Tax Cuts, Not Unemployment Benefits, Would Stimulate The Economy — And Cost Less

Economist Arthur Laffer wrote on the opinion page of last Thursday’s Wall Street Journal that extending unemployment benefits will lead to more unemployment. These two sentences say it all: “Imagine what the unemployment rate would look like if unemployment benefits were universally $150,000 per year. My guess is we’d have a heck of a lot more unemployment.”

Of course higher unemployment benefits make unemployment less unattractive, which is why “since the 1970s there’s been a close correlation between increased unemployment benefits and an increase in the unemployment rate.”

He explains that unemployment benefits are not stimulus: “The government doesn’t create resources. It redistributes them. For everyone who is given something there is someone who has that something taken away.” Oh, what fresh air we have here. “Quite simply,” he writes, “there is no stimulus from higher unemployment benefits” because while “the unemployed may spend more” from their benefits, “those people from whom the resources are taken will spend less.”

His concluding paragraph may bring you to your feet. I’m warning you in advance so you can make sure there are no obstructions behind your chair. Here it is:

My suggestion would have been to take all $3.6 trillion and declare a federal tax holiday for 18 months. No income tax, no corporate profits tax, no capital gains tax, no estate tax, no payroll tax (FICA) either employee or employer, no Medicare or Medicaid taxes, no federal excise taxes, no tariffs, no federal taxes at all, which would have reduced federal revenues by $2.4 trillion annually. Can you imagine where employment would be today? How does a 2.5% unemployment rate sound?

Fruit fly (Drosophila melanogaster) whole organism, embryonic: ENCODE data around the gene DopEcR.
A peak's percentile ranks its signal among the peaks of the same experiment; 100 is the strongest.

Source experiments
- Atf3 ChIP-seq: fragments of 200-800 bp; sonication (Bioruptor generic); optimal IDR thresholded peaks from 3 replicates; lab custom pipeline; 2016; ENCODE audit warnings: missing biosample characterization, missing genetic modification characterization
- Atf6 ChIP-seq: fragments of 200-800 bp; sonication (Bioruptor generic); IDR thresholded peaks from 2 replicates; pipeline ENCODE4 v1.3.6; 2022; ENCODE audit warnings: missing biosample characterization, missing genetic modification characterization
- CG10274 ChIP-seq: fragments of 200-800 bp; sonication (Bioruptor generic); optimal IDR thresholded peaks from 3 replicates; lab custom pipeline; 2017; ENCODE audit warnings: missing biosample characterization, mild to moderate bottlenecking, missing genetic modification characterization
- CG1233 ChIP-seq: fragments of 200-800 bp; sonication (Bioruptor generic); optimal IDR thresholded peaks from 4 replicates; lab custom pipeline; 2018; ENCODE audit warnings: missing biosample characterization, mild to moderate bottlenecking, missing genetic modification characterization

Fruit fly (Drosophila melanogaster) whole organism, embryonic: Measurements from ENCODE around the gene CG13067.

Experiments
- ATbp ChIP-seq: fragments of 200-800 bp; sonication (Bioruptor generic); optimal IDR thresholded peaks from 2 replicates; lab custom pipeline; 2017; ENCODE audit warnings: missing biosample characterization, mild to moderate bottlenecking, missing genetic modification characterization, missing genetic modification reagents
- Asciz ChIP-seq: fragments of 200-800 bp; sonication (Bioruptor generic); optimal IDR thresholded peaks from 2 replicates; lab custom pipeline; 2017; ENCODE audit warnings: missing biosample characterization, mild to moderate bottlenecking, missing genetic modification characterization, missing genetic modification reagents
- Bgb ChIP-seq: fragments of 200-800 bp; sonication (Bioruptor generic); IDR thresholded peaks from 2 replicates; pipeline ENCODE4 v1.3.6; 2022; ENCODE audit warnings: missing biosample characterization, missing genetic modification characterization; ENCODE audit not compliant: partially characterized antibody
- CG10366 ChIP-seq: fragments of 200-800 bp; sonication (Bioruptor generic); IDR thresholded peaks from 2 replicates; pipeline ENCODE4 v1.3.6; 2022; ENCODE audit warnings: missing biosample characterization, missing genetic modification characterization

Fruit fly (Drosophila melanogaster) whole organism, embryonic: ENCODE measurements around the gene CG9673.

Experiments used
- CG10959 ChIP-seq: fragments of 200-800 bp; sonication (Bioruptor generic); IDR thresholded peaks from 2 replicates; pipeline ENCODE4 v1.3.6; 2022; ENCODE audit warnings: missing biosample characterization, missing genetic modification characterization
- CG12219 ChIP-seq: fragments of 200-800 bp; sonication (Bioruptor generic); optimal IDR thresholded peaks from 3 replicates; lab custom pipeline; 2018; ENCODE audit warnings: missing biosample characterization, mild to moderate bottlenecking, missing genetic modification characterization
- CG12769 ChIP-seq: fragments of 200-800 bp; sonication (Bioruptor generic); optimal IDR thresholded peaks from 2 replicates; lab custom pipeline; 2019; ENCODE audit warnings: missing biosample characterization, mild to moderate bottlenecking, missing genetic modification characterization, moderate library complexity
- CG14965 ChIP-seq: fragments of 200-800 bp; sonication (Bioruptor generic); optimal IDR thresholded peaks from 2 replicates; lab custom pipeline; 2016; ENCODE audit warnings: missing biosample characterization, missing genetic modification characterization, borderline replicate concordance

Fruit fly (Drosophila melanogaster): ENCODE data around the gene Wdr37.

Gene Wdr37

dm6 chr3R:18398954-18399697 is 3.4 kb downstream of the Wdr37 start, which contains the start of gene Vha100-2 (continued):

Once you’re sitting down again, consider reading the whole piece.

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  1. Posted July 19, 2010 at 3:30 am | Permalink

    Well, there they go again–with that disastrous failure of an economic plan–“Trickle Down.”

    After watching this plan increase the deficit for most of 30 years, one would think that impatient Americans would have given up on the whole scam. Is there anyone who does not know that the vast majority of industrial investment goes not to the US, but third world countries? Why is it that tax cuts cannot just go to those who invest at home?–If creating jobs is the issue.

    More likely, legislators are bought off by the wealthy, disloyal, unpatriotic, greedy investors and mega-multinational corporate entities.

    Wake-up America. The money spent on the wars and the tax cuts for the wealthy would eliminate the need for many hidden, and other taxes which are regressive while paying off the debt without picking at the crumbs of programs like unemployment pay. (Like Bill Clinton and the Legislature did before). These Republicans will be happy to raise taxes on waitresses and low income people, while simultaneously giving wasted tax cuts to the wealthy international operators.

    Last but not least, unemployment is paid into by wage earners. Furthermore, one must report to the unemployment office often, (once a week where I live). At that time, applicants must have proof that they looked for work every day, and they must not turn down work they can do. I remember when we had the, “TRA”= trade readjustment act. People who lost work to foreign trade could retrain. Republicans replaced that with a little scam plan=JPTA. It started as a total farce, and slowly got some better.

    Please people, try to stop sucking-up by listening to Rush with your boss at work. (I am reminded of when the Soviets gave workers a “Marx break”). Try to pretend that you are not a mentally retarded ditto head.

  2. T-Mo
    Posted July 14, 2010 at 3:09 am | Permalink

    Sadly, the facts don’t support the conclusion here. Did he even use any facts?

  3. Daniel
    Posted July 12, 2010 at 11:02 pm | Permalink

    I like the idea, but of course (and sadly) it would never have politically survived. How about a permanent removal of personal income taxes instead? This would at least (in theory) focus our culture on saving instead of spending into oblivion. And if not, consumers would spend more anyway, which would support a healthier economy. The personal income tax is such a crock.

      Posted July 13, 2010 at 1:31 am | Permalink

      I like the idea myself.
      -Chris M

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